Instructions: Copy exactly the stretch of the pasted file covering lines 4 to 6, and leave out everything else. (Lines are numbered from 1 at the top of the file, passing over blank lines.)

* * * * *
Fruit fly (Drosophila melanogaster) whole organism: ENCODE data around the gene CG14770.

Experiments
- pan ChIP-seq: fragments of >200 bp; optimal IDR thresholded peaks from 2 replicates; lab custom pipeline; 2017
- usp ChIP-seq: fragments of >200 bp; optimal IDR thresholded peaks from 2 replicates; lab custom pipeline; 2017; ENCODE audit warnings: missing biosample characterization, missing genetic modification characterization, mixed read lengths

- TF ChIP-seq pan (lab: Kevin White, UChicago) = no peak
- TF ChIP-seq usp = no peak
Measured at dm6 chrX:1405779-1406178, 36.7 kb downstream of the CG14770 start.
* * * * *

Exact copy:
- usp ChIP-seq: fragments of >200 bp; optimal IDR thresholded peaks from 2 replicates; lab custom pipeline; 2017; ENCODE audit warnings: missing biosample characterization, missing genetic modification characterization, mixed read lengths

- TF ChIP-seq pan (lab: Kevin White, UChicago) = no peak
- TF ChIP-seq usp = no peak